• ITVI.USA
    16,240.330
    -110.510
    -0.7%
  • OTLT.USA
    2.762
    0.031
    1.1%
  • OTRI.USA
    21.780
    0.120
    0.6%
  • OTVI.USA
    16,233.310
    -109.890
    -0.7%
  • TSTOPVRPM.ATLPHL
    3.520
    0.380
    12.1%
  • TSTOPVRPM.CHIATL
    2.960
    -0.660
    -18.2%
  • TSTOPVRPM.DALLAX
    1.610
    0.250
    18.4%
  • TSTOPVRPM.LAXDAL
    3.340
    -0.130
    -3.7%
  • TSTOPVRPM.PHLCHI
    2.100
    -0.250
    -10.6%
  • TSTOPVRPM.LAXSEA
    3.860
    -0.220
    -5.4%
  • WAIT.USA
    126.000
    -2.000
    -1.6%
  • ITVI.USA
    16,240.330
    -110.510
    -0.7%
  • OTLT.USA
    2.762
    0.031
    1.1%
  • OTRI.USA
    21.780
    0.120
    0.6%
  • OTVI.USA
    16,233.310
    -109.890
    -0.7%
  • TSTOPVRPM.ATLPHL
    3.520
    0.380
    12.1%
  • TSTOPVRPM.CHIATL
    2.960
    -0.660
    -18.2%
  • TSTOPVRPM.DALLAX
    1.610
    0.250
    18.4%
  • TSTOPVRPM.LAXDAL
    3.340
    -0.130
    -3.7%
  • TSTOPVRPM.PHLCHI
    2.100
    -0.250
    -10.6%
  • TSTOPVRPM.LAXSEA
    3.860
    -0.220
    -5.4%
  • WAIT.USA
    126.000
    -2.000
    -1.6%
American Shipper

Truck replacement incentive, volumes rise in Charleston

   The South Carolina Ports Authority said it is doubling, to $10,000, the financial incentive for local truck drivers who shuttle containers in and out of the Port of Charleston to replace old, polluting trucks with ones made since 2004.
   The port launched its voluntary truck-replacement program last fall, offering $5,000 towards the purchase of a newer truck to frequent port users driving pre-1994 vehicles. Removing the old trucks is a priority for many ports around the nation because they emit many times more fine particulate matter, nitrogen oxide and sulfur oxide than newer model vehicles. Fine particulate matter can get trapped in lungs and cause respiratory and other health problems, including premature death.
   The 2004 model-year diesel engines are not as clean as 2007 and 2010 engines that must meet U.S. Environmental Protection Agency standards and burn ultra-low sulfur fuel.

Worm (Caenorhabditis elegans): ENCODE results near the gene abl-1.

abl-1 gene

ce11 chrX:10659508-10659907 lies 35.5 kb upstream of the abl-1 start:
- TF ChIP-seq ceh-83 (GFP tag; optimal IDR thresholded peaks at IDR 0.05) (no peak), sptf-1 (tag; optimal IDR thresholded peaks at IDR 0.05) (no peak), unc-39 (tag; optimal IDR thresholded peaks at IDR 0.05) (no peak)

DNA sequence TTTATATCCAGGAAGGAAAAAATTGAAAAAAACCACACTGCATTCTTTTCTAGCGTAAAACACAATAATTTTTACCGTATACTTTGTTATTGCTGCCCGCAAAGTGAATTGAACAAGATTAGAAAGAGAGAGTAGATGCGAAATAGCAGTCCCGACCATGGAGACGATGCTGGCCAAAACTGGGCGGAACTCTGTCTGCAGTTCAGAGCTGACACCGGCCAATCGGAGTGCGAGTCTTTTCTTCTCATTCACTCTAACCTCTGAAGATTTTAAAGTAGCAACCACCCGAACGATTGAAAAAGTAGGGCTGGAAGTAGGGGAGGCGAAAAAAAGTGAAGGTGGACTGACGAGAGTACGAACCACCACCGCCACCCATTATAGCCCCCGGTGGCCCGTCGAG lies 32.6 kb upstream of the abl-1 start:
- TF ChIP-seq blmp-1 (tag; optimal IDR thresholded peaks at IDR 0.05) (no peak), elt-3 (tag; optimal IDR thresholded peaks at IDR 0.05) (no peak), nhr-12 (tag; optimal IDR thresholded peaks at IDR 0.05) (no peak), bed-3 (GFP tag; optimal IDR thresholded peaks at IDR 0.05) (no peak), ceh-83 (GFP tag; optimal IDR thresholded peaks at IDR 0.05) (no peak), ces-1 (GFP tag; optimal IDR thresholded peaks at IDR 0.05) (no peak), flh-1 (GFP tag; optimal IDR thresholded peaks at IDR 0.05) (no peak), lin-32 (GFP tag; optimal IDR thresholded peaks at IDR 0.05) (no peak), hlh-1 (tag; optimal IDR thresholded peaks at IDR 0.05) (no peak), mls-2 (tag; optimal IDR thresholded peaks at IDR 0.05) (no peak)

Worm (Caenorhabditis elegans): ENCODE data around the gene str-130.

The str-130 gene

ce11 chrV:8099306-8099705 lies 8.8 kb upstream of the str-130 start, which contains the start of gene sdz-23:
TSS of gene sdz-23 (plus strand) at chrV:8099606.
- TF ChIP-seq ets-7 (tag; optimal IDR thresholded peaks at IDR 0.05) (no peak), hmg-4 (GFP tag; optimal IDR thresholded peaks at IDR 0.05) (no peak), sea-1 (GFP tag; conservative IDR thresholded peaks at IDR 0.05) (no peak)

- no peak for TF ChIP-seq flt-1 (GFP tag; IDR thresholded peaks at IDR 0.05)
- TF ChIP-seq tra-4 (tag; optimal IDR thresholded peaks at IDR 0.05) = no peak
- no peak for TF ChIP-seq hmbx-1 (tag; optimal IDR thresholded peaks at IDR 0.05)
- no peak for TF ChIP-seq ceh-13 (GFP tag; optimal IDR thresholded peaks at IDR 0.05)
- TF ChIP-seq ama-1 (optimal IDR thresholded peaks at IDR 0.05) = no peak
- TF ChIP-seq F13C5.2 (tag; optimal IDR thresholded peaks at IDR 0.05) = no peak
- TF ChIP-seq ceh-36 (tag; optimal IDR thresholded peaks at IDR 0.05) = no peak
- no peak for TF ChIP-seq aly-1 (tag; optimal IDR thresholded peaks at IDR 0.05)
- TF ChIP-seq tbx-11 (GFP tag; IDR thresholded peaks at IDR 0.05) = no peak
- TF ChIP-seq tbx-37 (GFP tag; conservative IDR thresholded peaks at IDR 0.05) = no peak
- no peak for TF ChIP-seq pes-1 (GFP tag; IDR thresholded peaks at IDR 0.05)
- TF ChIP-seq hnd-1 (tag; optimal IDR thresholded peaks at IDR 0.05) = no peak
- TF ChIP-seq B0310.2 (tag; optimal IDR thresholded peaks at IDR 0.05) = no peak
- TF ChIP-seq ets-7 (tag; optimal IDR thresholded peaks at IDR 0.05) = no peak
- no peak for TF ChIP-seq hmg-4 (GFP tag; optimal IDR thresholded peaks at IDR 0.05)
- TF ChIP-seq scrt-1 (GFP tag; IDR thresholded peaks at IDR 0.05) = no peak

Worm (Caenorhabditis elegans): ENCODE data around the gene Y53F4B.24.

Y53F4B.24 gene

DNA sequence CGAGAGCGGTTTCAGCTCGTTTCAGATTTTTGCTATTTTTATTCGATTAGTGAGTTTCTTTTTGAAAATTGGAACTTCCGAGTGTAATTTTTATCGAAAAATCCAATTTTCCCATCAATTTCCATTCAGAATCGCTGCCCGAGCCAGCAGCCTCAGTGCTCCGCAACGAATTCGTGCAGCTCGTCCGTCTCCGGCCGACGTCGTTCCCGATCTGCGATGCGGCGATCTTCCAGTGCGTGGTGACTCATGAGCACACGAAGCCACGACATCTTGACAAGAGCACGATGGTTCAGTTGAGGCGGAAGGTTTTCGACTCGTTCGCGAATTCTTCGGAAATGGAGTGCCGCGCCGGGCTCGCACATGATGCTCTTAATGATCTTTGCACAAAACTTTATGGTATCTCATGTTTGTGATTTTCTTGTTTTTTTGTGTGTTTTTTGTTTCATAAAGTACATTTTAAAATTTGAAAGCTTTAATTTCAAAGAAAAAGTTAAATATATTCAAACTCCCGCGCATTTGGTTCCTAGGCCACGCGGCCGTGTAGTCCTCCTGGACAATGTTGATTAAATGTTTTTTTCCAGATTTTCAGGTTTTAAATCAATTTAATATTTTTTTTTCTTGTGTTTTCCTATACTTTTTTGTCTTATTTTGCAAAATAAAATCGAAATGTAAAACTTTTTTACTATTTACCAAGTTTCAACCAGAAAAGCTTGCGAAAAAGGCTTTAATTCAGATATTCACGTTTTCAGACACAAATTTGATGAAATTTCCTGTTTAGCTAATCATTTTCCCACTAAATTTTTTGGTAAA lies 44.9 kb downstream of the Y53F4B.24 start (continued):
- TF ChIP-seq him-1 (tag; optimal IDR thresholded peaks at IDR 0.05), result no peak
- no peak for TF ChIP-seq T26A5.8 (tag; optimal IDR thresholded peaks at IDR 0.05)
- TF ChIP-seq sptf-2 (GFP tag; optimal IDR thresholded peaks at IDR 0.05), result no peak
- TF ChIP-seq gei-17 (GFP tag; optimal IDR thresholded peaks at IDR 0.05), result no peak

The increase in financial aid is an apparent attempt to speed up turnover of the port’s most polluting trucks. The port authority’s first-year goal is to eliminate 100 of the oldest tractors from the regular drayage fleet, but so far only 24 trucks have been replaced.
   Under South Carolina’s Seaport Truck Air Cleanup Southeast, or STACS, program, eligible truckers also can claim the scrap value of their old truck.
   The port authority said it will set up a mobile office at the Wando Welch Terminal once a week to provide information to independent truckers about the fuel efficiency, maintenance and environmental benefits of upgrading their tractors.
   The STACS program has $500,000 available in the first year, with funding coming from the SCPA and the South Carolina Department of Health and Environmental Control through an EPA grant.
   It is being administered by Cascade Sierra Solutions, a non-profit group based in Eugene, Ore., that manages similar programs in several West Coast ports.
   According to a survey commissioned by the South Carolina Ports Authority, about 2 percent, or 260, of the 13,000 trucks that serve the Port of Charleston are 1993 or older model years. The core drayage fleet that operates at the port on a weekly basis is about 2,600 trucks. The oldest trucks are frequent users and represent 10 percent of the core fleet.
   The U.S. Federal Maritime Commission on Wednesday held a forum in Washington to learn about clean-truck programs and other environmental initiatives at six major ports across the country.
   (An overview of how ports are greening their drayage fleets, “Driving away dirty drayage,” was published in the March issue of American Shipper.)
   Meanwhile, container volumes in the Port of Charleston grew 12 percent in March from the prior year to 134,857 TEUs, the strongest month for containerized traffic at the port since October 2008, the port authority announced.
   For the fiscal year to date (July through March), the volume of standard shipping units was up slightly more than 2 percent. Container volume for the third quarter increased 7 percent from the same period last year. A new European service from carrier APL is one of the reasons for the higher throughput, the port authority said.
   Charleston also experienced a 53 percent gain in non-containerized freight, led by autos, to 111,236 pier tons versus March 2010. — Eric Kulisch

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